Nov 25, 2019

The state of play on impeachment for Thanksgiving week

Photo: Michael Brochstein/Echoes Wire/Barcroft Media via Getty Images

The shortened Thanksgiving week promises far less public spectacle for the House impeachment inquiry, but it still could see several significant events.

Driving the news: A ruling is expected Monday on whether or not former White House counsel Don McGahn must testify under subpoena in the ongoing House impeachment inquiry.

  • The decision will be a key test for the Trump administration’s theory that its officials hold "absolute immunity" from congressional subpoenas.
  • House Democrats hope that some Trump administration members, including former national security advisor John Bolton, may use the ruling to justify cooperating with the inquiry.

More transcripts: The transcripts of closed-door depositions from Mark Sandy, an official in the Office of Management and Budget, and Philip Reeker, the State Department's head of European policy, could also be released.

  • Sandy told the House impeachment committees that the decision and process to freeze military aid to Ukraine was highly irregular, per CNN.
  • Reeker testified that he sought to protect former Ukraine Ambassador Marie Yovanovitch from a smear campaign led by President Trump's personal lawyer Rudy Giuliani, per the New York Times.

House Intel's report: The House Intelligence Committee is still working on its report summarizing both the closed-door and public impeachment hearings, reports Axios' Alayna Treene.

  • It'll then hand off the investigation to the House Judiciary Committee.

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House Judiciary Committee hears impeachment evidence

Photo: Anna Moneymaker/Pool/Getty Images

The House Judiciary Committee heard the evidence behind the impeachment inquiry on Monday in a marathon nine-and-a-half hour hearing.

Why it matters: The committee is likely only days away from drafting formal articles of impeachment against President Trump — and this hearing was one of House Democrats' last chances to summarize their case against the president to the public.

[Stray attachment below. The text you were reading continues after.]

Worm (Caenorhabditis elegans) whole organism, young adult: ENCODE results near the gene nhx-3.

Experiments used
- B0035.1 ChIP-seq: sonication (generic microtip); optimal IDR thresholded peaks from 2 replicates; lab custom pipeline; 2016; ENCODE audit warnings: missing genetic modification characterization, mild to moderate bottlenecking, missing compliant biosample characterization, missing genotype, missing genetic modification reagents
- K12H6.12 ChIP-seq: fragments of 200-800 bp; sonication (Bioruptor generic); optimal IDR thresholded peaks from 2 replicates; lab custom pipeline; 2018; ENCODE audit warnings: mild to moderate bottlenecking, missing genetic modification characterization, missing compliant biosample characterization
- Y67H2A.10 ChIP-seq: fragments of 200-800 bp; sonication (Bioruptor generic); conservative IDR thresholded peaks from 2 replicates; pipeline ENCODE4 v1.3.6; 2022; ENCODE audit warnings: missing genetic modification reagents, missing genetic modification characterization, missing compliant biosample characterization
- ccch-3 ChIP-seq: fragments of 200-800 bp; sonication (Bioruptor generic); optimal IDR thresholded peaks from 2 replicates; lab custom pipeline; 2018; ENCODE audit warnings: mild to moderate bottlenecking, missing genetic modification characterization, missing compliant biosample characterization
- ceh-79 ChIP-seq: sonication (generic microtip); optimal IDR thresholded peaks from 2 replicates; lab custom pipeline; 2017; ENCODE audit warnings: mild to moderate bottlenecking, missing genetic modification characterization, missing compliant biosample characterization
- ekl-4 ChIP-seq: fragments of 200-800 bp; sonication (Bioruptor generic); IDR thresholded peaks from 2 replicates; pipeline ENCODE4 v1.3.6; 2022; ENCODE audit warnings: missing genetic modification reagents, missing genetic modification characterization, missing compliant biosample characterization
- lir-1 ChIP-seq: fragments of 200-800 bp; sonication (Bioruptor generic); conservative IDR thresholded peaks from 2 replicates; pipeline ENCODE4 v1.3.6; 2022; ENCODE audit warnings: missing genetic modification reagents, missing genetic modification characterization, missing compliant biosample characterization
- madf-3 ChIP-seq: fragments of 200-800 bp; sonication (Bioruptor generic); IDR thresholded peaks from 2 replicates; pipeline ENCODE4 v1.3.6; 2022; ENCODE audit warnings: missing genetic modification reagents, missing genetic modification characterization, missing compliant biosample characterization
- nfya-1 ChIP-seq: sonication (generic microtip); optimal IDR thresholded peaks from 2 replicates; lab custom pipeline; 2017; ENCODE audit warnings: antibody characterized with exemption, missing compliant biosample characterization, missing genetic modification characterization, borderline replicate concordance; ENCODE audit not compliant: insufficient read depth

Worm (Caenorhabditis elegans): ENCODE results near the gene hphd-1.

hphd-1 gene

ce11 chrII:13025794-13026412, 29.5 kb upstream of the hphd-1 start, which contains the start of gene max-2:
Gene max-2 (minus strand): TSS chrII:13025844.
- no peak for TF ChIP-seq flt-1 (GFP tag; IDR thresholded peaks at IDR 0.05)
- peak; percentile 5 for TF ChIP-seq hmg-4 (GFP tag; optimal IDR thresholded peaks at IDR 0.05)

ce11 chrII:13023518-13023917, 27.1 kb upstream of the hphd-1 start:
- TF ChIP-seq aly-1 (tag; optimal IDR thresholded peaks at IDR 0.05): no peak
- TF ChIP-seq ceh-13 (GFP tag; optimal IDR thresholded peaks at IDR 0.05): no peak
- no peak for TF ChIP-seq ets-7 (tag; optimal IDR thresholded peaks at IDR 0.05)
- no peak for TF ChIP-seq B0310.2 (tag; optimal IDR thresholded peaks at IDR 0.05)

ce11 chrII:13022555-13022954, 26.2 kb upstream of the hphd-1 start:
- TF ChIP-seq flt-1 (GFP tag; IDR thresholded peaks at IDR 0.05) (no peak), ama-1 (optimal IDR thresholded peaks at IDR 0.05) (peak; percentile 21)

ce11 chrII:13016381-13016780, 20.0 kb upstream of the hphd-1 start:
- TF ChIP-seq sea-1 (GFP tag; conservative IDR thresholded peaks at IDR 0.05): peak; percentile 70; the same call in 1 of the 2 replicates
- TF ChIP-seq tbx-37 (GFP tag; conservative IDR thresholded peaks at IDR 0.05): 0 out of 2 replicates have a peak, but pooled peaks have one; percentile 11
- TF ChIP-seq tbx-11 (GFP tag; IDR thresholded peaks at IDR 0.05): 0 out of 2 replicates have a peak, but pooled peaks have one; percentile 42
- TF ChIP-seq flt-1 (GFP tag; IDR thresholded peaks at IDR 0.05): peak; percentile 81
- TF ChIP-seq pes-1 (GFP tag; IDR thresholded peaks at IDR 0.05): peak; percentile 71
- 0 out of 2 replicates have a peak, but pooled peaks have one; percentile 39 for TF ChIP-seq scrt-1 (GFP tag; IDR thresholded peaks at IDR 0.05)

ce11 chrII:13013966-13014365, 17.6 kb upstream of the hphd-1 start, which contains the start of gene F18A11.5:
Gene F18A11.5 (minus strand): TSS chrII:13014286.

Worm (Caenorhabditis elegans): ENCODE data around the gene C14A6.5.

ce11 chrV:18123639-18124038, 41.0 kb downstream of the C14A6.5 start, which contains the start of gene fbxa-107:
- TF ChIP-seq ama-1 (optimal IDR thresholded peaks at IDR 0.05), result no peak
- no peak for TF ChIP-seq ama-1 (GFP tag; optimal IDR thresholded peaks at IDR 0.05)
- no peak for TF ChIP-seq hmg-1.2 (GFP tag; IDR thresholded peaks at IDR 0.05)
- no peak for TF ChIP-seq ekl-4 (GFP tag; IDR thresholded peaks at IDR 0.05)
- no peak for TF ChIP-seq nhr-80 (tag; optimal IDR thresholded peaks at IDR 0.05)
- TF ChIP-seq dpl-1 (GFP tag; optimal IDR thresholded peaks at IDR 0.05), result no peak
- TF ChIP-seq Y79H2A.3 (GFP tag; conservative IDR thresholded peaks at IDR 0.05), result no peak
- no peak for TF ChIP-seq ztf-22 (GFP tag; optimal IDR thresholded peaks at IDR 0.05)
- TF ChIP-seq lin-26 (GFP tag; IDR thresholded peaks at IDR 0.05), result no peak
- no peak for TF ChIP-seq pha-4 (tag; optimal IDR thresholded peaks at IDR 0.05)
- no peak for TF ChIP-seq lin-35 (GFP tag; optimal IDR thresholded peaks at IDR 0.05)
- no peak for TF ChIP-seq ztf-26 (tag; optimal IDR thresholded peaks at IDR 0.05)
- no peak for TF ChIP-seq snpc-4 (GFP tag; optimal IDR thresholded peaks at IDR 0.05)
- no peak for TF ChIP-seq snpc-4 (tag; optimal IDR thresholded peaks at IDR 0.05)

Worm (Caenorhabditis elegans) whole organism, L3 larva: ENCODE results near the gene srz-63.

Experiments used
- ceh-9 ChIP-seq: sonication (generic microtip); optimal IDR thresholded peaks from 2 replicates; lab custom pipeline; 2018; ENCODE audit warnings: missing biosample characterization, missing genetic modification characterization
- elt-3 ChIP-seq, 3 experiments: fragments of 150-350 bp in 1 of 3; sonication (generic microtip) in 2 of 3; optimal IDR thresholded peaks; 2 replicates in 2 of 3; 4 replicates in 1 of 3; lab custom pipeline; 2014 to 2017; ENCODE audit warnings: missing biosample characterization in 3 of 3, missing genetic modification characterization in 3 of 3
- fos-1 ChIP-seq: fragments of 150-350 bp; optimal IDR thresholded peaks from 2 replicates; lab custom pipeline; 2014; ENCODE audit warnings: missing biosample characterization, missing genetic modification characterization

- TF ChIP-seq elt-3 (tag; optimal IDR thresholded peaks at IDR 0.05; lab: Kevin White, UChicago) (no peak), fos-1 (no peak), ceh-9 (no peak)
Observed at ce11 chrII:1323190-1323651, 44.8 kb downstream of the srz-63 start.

Go deeperArrowUpdated Dec 9, 2019

2 budget officials allegedly resigned over handling of Ukraine aid freeze

Photo: Andrew Harrer-Pool/Getty Images

The House committees leading the impeachment inquiry released the remaining transcripts from their closed-door depositions on Tuesday.

Driving the news: Mark Sandy, a career official in the White House Office of Management and Budget, testified that he was told in a July 12 email that President Trump "is directing a hold on military support funding for Ukraine," but that he was not given a reason for the hold until early September. He also claimed that two staffers — one in OMB's legal division — resigned at least in part over the hold on Ukraine security assistance.

Go deeperArrowUpdated Nov 26, 2019

McGahn appeals ruling ordering him to comply with House impeachment subpoena

Photo: Win McNamee/Getty Images

A federal judge ruled Monday that former White House counsel Don McGahn must testify under subpoena in the ongoing House impeachment inquiry, rejecting the White House's assertion that its aides are "absolutely immune" from congressional subpoenas. McGahn and the Justice Department appealed the ruling on Tuesday.

"When DOJ insists that Presidents can lawfully prevent their senior-level aides from responding to compelled congressional process and that neither the federal courts nor Congress has the power to do anything about it, DOJ promotes a conception of separation-of-powers principles that gets these constitutional commands exactly backwards. In reality, it is a core tenet of this Nation’s founding that the powers of a monarch must be split between the branches of the government to prevent tyranny."
— Judge Ketanji Brown Jackson
Go deeperArrowUpdated Nov 26, 2019